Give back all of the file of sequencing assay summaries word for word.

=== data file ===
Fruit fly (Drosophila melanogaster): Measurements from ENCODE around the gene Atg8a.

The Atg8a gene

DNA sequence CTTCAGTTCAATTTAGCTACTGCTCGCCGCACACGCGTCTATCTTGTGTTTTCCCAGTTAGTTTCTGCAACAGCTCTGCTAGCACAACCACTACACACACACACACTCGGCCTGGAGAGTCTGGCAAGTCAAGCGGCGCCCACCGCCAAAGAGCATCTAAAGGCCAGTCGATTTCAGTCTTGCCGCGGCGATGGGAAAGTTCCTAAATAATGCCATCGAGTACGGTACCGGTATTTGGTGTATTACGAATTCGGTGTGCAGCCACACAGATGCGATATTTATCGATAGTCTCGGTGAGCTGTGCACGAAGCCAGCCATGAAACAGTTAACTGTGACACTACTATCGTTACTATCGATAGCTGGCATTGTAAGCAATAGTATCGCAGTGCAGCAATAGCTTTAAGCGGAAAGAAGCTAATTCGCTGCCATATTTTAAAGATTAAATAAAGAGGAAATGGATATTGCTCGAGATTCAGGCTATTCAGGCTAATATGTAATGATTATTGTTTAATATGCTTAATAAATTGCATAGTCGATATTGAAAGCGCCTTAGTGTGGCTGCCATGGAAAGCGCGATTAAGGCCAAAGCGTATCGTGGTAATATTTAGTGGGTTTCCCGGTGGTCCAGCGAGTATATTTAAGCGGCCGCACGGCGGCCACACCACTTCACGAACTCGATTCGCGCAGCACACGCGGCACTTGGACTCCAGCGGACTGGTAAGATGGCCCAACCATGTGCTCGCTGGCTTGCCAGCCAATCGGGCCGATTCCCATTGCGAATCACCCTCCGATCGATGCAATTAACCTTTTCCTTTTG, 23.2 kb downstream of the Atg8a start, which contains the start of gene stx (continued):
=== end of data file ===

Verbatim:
Fruit fly (Drosophila melanogaster): Measurements from ENCODE around the gene Atg8a.

The Atg8a gene

DNA sequence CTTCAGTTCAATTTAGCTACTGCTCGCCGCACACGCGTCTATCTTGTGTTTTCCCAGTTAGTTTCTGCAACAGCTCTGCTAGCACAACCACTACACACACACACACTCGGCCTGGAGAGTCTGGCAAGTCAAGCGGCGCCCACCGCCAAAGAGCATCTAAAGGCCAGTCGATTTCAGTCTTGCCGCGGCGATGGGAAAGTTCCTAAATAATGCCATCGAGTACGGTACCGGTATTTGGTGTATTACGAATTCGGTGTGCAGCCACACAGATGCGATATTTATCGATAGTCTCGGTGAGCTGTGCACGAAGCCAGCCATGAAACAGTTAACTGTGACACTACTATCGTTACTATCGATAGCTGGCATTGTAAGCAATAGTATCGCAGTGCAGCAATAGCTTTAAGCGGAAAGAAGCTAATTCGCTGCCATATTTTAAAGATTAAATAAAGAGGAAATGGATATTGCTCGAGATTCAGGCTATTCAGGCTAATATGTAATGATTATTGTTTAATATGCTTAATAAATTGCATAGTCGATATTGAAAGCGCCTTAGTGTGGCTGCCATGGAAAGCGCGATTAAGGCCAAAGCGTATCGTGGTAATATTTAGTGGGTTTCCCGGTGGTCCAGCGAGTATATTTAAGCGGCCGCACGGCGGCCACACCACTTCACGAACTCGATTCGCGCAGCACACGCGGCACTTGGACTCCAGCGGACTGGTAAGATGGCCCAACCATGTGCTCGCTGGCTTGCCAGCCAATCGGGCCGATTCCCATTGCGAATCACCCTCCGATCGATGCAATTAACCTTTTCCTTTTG, 23.2 kb downstream of the Atg8a start, which contains the start of gene stx (continued):